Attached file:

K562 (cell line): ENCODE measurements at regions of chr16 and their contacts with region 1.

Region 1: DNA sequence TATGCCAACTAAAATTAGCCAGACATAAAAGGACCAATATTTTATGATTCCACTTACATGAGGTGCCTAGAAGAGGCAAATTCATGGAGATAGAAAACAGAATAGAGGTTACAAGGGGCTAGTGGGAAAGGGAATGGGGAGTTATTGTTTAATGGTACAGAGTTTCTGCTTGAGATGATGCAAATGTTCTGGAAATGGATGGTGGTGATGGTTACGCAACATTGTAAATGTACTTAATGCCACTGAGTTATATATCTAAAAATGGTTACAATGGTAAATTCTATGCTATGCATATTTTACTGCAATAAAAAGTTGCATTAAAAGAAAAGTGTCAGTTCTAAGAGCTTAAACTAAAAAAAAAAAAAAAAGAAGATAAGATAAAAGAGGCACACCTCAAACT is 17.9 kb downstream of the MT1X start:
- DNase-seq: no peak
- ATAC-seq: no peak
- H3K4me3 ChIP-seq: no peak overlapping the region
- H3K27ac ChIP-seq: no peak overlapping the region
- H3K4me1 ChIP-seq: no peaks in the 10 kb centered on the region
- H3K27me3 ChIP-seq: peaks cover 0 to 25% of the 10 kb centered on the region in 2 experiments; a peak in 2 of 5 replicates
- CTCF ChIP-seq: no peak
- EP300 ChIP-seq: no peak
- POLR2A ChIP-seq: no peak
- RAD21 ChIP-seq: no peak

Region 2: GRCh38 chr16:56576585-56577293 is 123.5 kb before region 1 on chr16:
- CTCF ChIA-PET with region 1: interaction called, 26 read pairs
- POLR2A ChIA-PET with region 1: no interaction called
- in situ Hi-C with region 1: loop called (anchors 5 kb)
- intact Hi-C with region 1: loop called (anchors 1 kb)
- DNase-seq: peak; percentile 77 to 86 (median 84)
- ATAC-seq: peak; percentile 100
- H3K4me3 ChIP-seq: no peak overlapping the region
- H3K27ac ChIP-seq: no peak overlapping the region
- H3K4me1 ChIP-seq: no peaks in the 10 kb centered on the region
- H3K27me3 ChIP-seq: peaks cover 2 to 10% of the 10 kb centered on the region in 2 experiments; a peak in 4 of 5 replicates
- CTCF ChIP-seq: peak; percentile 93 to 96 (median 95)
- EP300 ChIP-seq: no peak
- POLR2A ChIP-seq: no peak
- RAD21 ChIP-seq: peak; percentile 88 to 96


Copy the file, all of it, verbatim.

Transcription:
K562 (cell line): ENCODE measurements at regions of chr16 and their contacts with region 1.

Region 1: DNA sequence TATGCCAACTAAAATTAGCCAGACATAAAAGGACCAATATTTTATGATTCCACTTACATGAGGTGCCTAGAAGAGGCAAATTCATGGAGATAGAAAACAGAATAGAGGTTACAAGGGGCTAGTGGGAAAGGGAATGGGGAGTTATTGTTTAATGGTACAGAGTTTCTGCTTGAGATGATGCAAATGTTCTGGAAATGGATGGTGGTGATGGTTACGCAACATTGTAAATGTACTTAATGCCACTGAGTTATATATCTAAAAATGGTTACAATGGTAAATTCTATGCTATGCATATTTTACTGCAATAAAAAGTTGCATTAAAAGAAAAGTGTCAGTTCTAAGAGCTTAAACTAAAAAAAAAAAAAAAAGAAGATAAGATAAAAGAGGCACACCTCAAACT is 17.9 kb downstream of the MT1X start:
- DNase-seq: no peak
- ATAC-seq: no peak
- H3K4me3 ChIP-seq: no peak overlapping the region
- H3K27ac ChIP-seq: no peak overlapping the region
- H3K4me1 ChIP-seq: no peaks in the 10 kb centered on the region
- H3K27me3 ChIP-seq: peaks cover 0 to 25% of the 10 kb centered on the region in 2 experiments; a peak in 2 of 5 replicates
- CTCF ChIP-seq: no peak
- EP300 ChIP-seq: no peak
- POLR2A ChIP-seq: no peak
- RAD21 ChIP-seq: no peak

Region 2: GRCh38 chr16:56576585-56577293 is 123.5 kb before region 1 on chr16:
- CTCF ChIA-PET with region 1: interaction called, 26 read pairs
- POLR2A ChIA-PET with region 1: no interaction called
- in situ Hi-C with region 1: loop called (anchors 5 kb)
- intact Hi-C with region 1: loop called (anchors 1 kb)
- DNase-seq: peak; percentile 77 to 86 (median 84)
- ATAC-seq: peak; percentile 100
- H3K4me3 ChIP-seq: no peak overlapping the region
- H3K27ac ChIP-seq: no peak overlapping the region
- H3K4me1 ChIP-seq: no peaks in the 10 kb centered on the region
- H3K27me3 ChIP-seq: peaks cover 2 to 10% of the 10 kb centered on the region in 2 experiments; a peak in 4 of 5 replicates
- CTCF ChIP-seq: peak; percentile 93 to 96 (median 95)
- EP300 ChIP-seq: no peak
- POLR2A ChIP-seq: no peak
- RAD21 ChIP-seq: peak; percentile 88 to 96